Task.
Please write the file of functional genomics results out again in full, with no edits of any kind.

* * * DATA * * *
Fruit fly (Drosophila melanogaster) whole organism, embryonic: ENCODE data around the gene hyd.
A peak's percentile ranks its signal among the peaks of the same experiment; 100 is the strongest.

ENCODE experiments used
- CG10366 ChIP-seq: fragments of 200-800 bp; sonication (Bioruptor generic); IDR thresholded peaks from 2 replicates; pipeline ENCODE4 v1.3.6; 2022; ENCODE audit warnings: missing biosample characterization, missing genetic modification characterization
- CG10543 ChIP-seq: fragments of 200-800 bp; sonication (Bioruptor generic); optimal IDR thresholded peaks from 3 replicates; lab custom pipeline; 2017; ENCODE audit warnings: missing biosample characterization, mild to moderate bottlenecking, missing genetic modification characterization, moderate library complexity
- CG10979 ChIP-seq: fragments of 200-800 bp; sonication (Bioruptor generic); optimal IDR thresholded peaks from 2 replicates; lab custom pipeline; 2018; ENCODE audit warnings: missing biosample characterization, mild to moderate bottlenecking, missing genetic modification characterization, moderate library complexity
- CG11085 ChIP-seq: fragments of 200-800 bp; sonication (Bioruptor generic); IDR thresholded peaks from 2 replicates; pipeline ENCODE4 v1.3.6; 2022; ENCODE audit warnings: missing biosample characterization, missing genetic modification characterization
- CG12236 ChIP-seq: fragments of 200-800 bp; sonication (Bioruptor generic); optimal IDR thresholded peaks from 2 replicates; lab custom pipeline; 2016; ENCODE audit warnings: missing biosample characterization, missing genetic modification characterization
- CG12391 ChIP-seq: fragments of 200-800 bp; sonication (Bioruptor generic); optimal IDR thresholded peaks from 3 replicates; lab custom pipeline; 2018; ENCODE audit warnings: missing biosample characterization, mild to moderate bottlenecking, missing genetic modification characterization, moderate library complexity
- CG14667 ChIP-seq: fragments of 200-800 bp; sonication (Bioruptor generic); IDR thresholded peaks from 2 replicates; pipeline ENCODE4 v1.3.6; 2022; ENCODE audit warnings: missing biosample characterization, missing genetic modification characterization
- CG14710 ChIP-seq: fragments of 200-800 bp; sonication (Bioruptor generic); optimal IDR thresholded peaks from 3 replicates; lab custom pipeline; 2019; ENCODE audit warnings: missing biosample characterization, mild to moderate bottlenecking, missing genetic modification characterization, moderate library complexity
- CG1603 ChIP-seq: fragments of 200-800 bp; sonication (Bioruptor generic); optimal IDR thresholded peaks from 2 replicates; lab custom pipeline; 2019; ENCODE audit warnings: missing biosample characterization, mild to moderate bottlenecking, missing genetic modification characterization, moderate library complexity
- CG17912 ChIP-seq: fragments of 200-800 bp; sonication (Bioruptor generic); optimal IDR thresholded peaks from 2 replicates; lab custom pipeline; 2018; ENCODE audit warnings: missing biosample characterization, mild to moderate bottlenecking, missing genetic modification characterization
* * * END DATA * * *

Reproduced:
Fruit fly (Drosophila melanogaster) whole organism, embryonic: ENCODE data around the gene hyd.
A peak's percentile ranks its signal among the peaks of the same experiment; 100 is the strongest.

ENCODE experiments used
- CG10366 ChIP-seq: fragments of 200-800 bp; sonication (Bioruptor generic); IDR thresholded peaks from 2 replicates; pipeline ENCODE4 v1.3.6; 2022; ENCODE audit warnings: missing biosample characterization, missing genetic modification characterization
- CG10543 ChIP-seq: fragments of 200-800 bp; sonication (Bioruptor generic); optimal IDR thresholded peaks from 3 replicates; lab custom pipeline; 2017; ENCODE audit warnings: missing biosample characterization, mild to moderate bottlenecking, missing genetic modification characterization, moderate library complexity
- CG10979 ChIP-seq: fragments of 200-800 bp; sonication (Bioruptor generic); optimal IDR thresholded peaks from 2 replicates; lab custom pipeline; 2018; ENCODE audit warnings: missing biosample characterization, mild to moderate bottlenecking, missing genetic modification characterization, moderate library complexity
- CG11085 ChIP-seq: fragments of 200-800 bp; sonication (Bioruptor generic); IDR thresholded peaks from 2 replicates; pipeline ENCODE4 v1.3.6; 2022; ENCODE audit warnings: missing biosample characterization, missing genetic modification characterization
- CG12236 ChIP-seq: fragments of 200-800 bp; sonication (Bioruptor generic); optimal IDR thresholded peaks from 2 replicates; lab custom pipeline; 2016; ENCODE audit warnings: missing biosample characterization, missing genetic modification characterization
- CG12391 ChIP-seq: fragments of 200-800 bp; sonication (Bioruptor generic); optimal IDR thresholded peaks from 3 replicates; lab custom pipeline; 2018; ENCODE audit warnings: missing biosample characterization, mild to moderate bottlenecking, missing genetic modification characterization, moderate library complexity
- CG14667 ChIP-seq: fragments of 200-800 bp; sonication (Bioruptor generic); IDR thresholded peaks from 2 replicates; pipeline ENCODE4 v1.3.6; 2022; ENCODE audit warnings: missing biosample characterization, missing genetic modification characterization
- CG14710 ChIP-seq: fragments of 200-800 bp; sonication (Bioruptor generic); optimal IDR thresholded peaks from 3 replicates; lab custom pipeline; 2019; ENCODE audit warnings: missing biosample characterization, mild to moderate bottlenecking, missing genetic modification characterization, moderate library complexity
- CG1603 ChIP-seq: fragments of 200-800 bp; sonication (Bioruptor generic); optimal IDR thresholded peaks from 2 replicates; lab custom pipeline; 2019; ENCODE audit warnings: missing biosample characterization, mild to moderate bottlenecking, missing genetic modification characterization, moderate library complexity
- CG17912 ChIP-seq: fragments of 200-800 bp; sonication (Bioruptor generic); optimal IDR thresholded peaks from 2 replicates; lab custom pipeline; 2018; ENCODE audit warnings: missing biosample characterization, mild to moderate bottlenecking, missing genetic modification characterization